Lecture #06

The third lecture I watched and would like to write something about is the one from Sylwia Ulicka. She is a designer and lecturer from Puebla in Mexico and her major focus lies on sustainability. 

In the lecture she is trying to convince us to question the material culture we are living in, because she thinks that we as designers have the power to make a change, what is actually a very nice thought of her IMO.

She starts and ends the lecture with two almost similar quotes that basically have the same meaning: A human made artifact is symbolic of the world view held by the society in which it is created. That sounded quite meaningful to me and gave me a very new perspective on the world we are living in. 

Sylwia further states that politicians have been talking for quite a long time about the topic sustainability now, but nothing has really changed, because the idea of an endless economic growth seems more important to them. 

Professor Ulicka goes on by explaining that real sustainability means that the economic, the ecological and the social factor in a society are well balanced — and that is definitely not the case in the world I am living in. 

She explains eco-efficiency as an approach that adds more value to goods and services by reducing the use of resources and decreasing the level of environmental polution — basically it means to produce more with less. Eco-efficiency was in the beginning thought to work out with new technology and it probably would have worked out, if the global consumption wouldn’t have increased as it has since then.  Due to the overconsumption high-income countries are living and due to the increasing overpopulation since 1970 to 2010 the CO2 emission increased by 60% and the biodiversity decreased by 30% what is indeed very very sad. 

I can remember when I was a very young child that when I visited a friend of mine I saw a sticker in the house of his parents that said in German something like „We won’t recognize that we can’t eat money until there is no single animal and no single tree left“. As I grew up I always kept that quote in my mind, cause it hit me at this very young age with such a low amount of words. Anyway Sylwia talked on about that in 2050 we are estimated to waste the resources only three planets could deliver us. She also stated that it is the responsibility of high-income countries to rethink the consumption patterns, because their ecological footprint is approximately five times as big as the one from low-income countries.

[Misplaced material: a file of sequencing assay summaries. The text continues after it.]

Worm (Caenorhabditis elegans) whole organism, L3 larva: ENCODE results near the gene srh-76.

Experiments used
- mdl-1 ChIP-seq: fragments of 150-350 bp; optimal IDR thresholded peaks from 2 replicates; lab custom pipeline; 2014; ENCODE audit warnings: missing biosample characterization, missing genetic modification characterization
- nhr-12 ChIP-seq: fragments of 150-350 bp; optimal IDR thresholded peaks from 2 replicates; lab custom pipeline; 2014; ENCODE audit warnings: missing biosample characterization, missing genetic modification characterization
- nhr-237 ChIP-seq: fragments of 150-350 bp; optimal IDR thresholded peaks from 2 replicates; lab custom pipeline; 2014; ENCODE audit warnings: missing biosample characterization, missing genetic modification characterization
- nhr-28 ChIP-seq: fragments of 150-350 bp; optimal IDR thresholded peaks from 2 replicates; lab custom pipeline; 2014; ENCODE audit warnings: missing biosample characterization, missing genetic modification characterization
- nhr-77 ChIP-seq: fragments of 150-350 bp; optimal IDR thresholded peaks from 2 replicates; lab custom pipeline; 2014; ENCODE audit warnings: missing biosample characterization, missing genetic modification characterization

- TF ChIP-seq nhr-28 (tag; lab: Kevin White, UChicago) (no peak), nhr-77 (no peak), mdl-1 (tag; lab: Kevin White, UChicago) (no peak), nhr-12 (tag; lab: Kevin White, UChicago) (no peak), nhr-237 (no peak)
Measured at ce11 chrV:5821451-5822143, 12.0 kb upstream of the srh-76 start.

The lecturer from Mexico thinks that we as a new generation of designers should use discursive design or speculative design as she calls it too to make a change. This kind of design is clearly disconnected from our economic system and its’ major goals are to reflect and to evoke discourse about problems of our society. Discursive design is focused on behaviors, emotions and meanings and if we try to design sustainable we need to question the status quo of our behaviors, emotions and meanings. 

She relates in her lecture about three objects students designed as projects to learn something about discursive design:

-HUGO; Hugo is an hugging pillow with arms and is about social isolation in times of permanent social connection in virtual space. 
-TRASH-HOUSE; Students thought of the waste that is produced by political campaigns and they build a house out of the trash. 
-PEPPER-SPRAY; Due to the fact that femicide-rates are enormous in Mexico and women only are legally allowed to defend themselves when they are hurt students designed a pepper-spray that has needles on the trigger-button, so that the women is always hurt before she uses it. 

For me personally this examples are rather art than actual design, because for me to evoke discussions about something was always something that was in the nature of art and I can’t really see a difference to it here. Nevertheless (I really don’t care if its art or a new form of design) I think that everything that makes people communicate about real problems is something that is valuable and needs to be supported. 

As a conclusion I would like to repeat Sylwias conclusion: Modern consumption-patterns are the real problem and design can contribute to change them. If I think of an approach how to change consumption-patterns I always like to think of products that are so well designed, that they last forever and never get out of fashion — that is a different approach than Professor Ulicka told us about, but I like the idea so much. 

Because… in the end design is an expression of how we think about the world that we live in and what we value in it.